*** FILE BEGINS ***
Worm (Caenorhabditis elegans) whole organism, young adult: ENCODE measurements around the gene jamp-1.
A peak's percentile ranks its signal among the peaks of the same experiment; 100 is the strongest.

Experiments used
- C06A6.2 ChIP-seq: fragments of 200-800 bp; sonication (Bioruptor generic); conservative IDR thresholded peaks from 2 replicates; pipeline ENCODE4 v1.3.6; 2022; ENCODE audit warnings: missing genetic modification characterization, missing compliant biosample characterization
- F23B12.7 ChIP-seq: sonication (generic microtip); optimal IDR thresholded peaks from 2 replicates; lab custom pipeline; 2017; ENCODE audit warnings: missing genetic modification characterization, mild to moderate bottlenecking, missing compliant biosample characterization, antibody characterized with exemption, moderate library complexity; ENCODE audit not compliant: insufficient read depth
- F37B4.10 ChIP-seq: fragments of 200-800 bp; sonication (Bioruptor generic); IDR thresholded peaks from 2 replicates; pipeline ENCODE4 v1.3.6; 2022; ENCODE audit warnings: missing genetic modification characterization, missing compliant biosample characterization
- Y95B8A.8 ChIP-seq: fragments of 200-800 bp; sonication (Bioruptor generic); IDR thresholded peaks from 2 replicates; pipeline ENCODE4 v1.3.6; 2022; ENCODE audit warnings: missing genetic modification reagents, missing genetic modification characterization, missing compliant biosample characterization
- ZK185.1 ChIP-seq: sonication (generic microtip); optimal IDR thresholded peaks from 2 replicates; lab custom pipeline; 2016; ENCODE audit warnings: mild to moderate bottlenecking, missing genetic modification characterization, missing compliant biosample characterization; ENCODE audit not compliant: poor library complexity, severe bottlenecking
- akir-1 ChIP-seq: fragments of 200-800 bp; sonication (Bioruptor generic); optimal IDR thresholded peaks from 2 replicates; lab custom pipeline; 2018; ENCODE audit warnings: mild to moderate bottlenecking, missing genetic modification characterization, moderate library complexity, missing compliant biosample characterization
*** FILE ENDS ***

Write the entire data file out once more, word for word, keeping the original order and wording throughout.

Worm (Caenorhabditis elegans) whole organism, young adult: ENCODE measurements around the gene jamp-1.
A peak's percentile ranks its signal among the peaks of the same experiment; 100 is the strongest.

Experiments used
- C06A6.2 ChIP-seq: fragments of 200-800 bp; sonication (Bioruptor generic); conservative IDR thresholded peaks from 2 replicates; pipeline ENCODE4 v1.3.6; 2022; ENCODE audit warnings: missing genetic modification characterization, missing compliant biosample characterization
- F23B12.7 ChIP-seq: sonication (generic microtip); optimal IDR thresholded peaks from 2 replicates; lab custom pipeline; 2017; ENCODE audit warnings: missing genetic modification characterization, mild to moderate bottlenecking, missing compliant biosample characterization, antibody characterized with exemption, moderate library complexity; ENCODE audit not compliant: insufficient read depth
- F37B4.10 ChIP-seq: fragments of 200-800 bp; sonication (Bioruptor generic); IDR thresholded peaks from 2 replicates; pipeline ENCODE4 v1.3.6; 2022; ENCODE audit warnings: missing genetic modification characterization, missing compliant biosample characterization
- Y95B8A.8 ChIP-seq: fragments of 200-800 bp; sonication (Bioruptor generic); IDR thresholded peaks from 2 replicates; pipeline ENCODE4 v1.3.6; 2022; ENCODE audit warnings: missing genetic modification reagents, missing genetic modification characterization, missing compliant biosample characterization
- ZK185.1 ChIP-seq: sonication (generic microtip); optimal IDR thresholded peaks from 2 replicates; lab custom pipeline; 2016; ENCODE audit warnings: mild to moderate bottlenecking, missing genetic modification characterization, missing compliant biosample characterization; ENCODE audit not compliant: poor library complexity, severe bottlenecking
- akir-1 ChIP-seq: fragments of 200-800 bp; sonication (Bioruptor generic); optimal IDR thresholded peaks from 2 replicates; lab custom pipeline; 2018; ENCODE audit warnings: mild to moderate bottlenecking, missing genetic modification characterization, moderate library complexity, missing compliant biosample characterization